There is yet one more irony attached to the proposed departure of the Lewis Cass statue: and that is the early history of its distinctive location. Statuary Hall, a favorite of modern visitors to the U.S. Capitol, served originally as the hall of the House of Representatives. In this very chamber, Abraham Lincoln served from 1847 to 1849 in his one and only term as a Congressman from Illinois.
Although freshman Lincoln only occasionally addressed full sessions of the House there, he did rise on July 27, 1848, a few weeks after the Democratic Party nominated the same Lewis Cass to run for president. Whig Lincoln stood firmly behind Zachary Taylor that year. Now he decided it was time not only to offer support for the old general, but a scathing rebuke of Cass.
Lincoln had been known earlier in his career for his caustic wit (one of his sarcastic newspaper articles had once provoked its intended victim to challenge him to a duel). But he had learned over the years to temper the attack-dog side of his oratorical skill set. Cass managed to re-arouse Lincoln’s dormant instincts for venom. Apparently the fact that the Democratic candidate had been re-branded by supporters as a military hero—like Taylor—inspired the 39-year-old Congressman back into the scathing style of his political apprenticeship.
Hastening to point out that he claimed no military glory of his own, Lincoln quickly went after Cass’s claims otherwise. Yes, Lincoln said in his stem-winder, Cass had indeed served decades earlier in the War of 1812, but his principal contribution had been enriching himself. “Gen: Cass is a General of splendidly successful charges,” Lincoln taunted, “—charges to be sure, not upon the public enemy, but upon the public Treasury.”
“I have introduced Gen: Cass’ accounts here chiefly to show the wonderful physical capacities of the man,” Lincoln ridiculed the stout candidate. “They show that he not only did the labor of several men at the same time; but that he often did it at several places, many of hundreds of miles apart, at the same time… . By all means, make him President, gentlemen. He will feed you bounteously—if—if there is any left after he shall have helped himself.”
Lincoln was just getting started, and one can only imagine his colleagues rolling in the aisles as his onslaught gained steam. No, Lincoln charged, Cass never manfully broke his sword rather than surrender it to the British, as his campaign now boasted. “Perhaps it would be a fair historical compromise to say, if he did not break it, he didn’t do any thing else with it.”
As for Cass’s reported military triumphs north of the border, Lincoln declared tartly: “He invaded Canada without resistance, and he outvaded it without pursuit.” Attaching a military record to Cass, he concluded with a vivid frontier allusion, was “like so many mischievous boys tying a dog to a bladder of beans.”
Emboldened by the reception his assault received on the House floor, Lincoln took his campaign on the road, stumping for Taylor in Pennsylvania, Maryland, Delaware, and Massachusetts. In the end, Taylor won the presidential election handily, but Lincoln apparently lacked Cass’s aptitude for exacting political payback. Ambitious for appointment to the federal Land Office (since his party did not re-nominate him for the House), he ended up disappointed. Offered the Oregon posting as a consolation, he turned it down (in part because his wife refused to move west), returned to his law practice, and for a time disappeared into political hibernation. Only when Stephen A. Douglas re-introduced Popular Sovereignty did Lincoln stage a comeback.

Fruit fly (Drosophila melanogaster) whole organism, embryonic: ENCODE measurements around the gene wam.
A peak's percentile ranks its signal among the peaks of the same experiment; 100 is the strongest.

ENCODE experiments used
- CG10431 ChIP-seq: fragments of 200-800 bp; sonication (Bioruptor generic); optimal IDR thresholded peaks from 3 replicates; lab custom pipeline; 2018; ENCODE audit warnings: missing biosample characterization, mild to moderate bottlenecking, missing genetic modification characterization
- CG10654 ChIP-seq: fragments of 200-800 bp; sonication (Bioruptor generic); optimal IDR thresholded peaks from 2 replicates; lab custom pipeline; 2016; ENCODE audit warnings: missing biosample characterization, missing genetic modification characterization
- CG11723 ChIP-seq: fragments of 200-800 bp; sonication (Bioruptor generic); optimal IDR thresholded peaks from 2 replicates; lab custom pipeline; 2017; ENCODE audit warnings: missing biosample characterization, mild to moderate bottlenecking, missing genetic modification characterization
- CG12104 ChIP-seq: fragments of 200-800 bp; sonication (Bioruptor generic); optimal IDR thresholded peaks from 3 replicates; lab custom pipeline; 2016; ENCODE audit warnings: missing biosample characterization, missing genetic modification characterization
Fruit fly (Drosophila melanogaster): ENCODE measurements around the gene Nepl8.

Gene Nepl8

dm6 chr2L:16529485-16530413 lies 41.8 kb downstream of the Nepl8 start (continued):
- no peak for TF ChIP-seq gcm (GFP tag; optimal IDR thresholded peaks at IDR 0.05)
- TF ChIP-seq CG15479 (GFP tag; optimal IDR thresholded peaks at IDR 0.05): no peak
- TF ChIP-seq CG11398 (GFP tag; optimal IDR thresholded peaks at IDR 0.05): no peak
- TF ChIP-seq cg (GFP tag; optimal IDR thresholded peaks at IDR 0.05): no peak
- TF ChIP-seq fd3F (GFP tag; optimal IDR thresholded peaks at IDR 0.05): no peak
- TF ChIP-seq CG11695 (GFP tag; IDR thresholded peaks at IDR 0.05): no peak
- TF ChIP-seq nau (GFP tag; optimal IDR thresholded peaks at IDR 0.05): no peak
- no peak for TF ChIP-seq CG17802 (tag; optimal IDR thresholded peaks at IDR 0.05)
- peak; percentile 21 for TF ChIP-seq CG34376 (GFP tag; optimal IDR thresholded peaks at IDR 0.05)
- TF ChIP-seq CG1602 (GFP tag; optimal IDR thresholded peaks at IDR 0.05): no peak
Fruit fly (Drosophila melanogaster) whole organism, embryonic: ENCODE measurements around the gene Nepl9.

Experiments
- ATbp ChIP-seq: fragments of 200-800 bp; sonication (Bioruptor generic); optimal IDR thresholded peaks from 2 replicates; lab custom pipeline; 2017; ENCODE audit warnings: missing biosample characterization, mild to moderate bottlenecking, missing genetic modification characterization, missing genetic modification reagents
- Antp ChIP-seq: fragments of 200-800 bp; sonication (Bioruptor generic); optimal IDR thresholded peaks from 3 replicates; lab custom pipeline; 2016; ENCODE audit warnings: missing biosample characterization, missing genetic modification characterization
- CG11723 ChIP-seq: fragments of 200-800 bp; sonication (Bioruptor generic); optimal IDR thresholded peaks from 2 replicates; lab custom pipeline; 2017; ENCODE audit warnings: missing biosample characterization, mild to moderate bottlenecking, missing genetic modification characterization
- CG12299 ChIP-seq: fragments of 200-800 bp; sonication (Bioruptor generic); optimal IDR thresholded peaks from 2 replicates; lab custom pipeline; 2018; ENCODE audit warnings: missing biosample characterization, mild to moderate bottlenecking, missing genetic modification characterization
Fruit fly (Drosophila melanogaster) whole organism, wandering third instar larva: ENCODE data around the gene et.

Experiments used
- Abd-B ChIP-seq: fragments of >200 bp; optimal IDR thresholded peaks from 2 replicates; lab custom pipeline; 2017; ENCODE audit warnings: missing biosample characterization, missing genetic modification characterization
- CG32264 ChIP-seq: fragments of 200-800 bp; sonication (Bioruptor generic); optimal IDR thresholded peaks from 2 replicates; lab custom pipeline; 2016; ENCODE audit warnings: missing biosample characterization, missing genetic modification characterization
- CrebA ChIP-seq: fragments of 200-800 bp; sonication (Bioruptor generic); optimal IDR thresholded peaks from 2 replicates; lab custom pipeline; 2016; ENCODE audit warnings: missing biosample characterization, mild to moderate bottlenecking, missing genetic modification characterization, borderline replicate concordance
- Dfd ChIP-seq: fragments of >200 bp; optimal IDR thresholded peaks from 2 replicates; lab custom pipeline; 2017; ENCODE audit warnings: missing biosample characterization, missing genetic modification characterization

Winning the presidency sixteen years later, Lincoln arrived back in Washington in February 1861, and almost immediately headed to the White House to pay a courtesy call on outgoing president James Buchanan. There he met with Buchanan’s Cabinet. Alas, history did not allow for a face-to-face meeting between the two ugliest men in politics. The elderly Cass had served nearly four years as Buchanan’s Secretary of State, but had resigned back in December. In the ultimate irony, Cass had quit in protest over Buchanan’s reluctance to resupply federal forts in the South at the onset of secession—showing the kind of pro-Union resolve that might have prevented the crisis that Buchanan left Lincoln to handle. Say this much for Cass: he remained loyal to the Union.
That final burst of patriotism may not be enough to save his Statuary Hall effigy. Daniel Chester French’s almost hideously lifelike Cass statue may depart as soon as a replacement can be identified and sculpted. But the Cass masterpiece should definitely be preserved elsewhere—anywhere—for the simple reason that works by the greatest American monumental sculptor deserve to be appreciated on their own terms: as art. At its dedication, critics lauded the French marble as both “an excellent model of the great statesman” and “a statue full of character and expression as well.”
No one has yet mentioned it, but the uncompromisingly realistic Cass statue also testifies usefully to an era in which matinee-idol good looks were not required for political success. In the age before the glare of television and instantaneous photography were relentlessly aimed at our leaders, politicians could succeed even if they looked like Lewis Cass. Or Abraham Lincoln.
There is no evidence as to whether Lewis Cass ever believed his repellent appearance held him back from the White House, or disqualified him from romanticized portraiture. As for Lincoln, regardless of whether or not his statue survives in Lincoln Park in Washington, at least he maintained a sense of humor about his portrayals, while fully understanding how they burnished his image. And that is why he posed for a succession of sculptors long before Daniel Chester French ever undertook to create the Lincoln Memorial. Shown the very first sculpture made of him from life, he was heard to observe with self-deprecating frankness: “There is the animal himself!”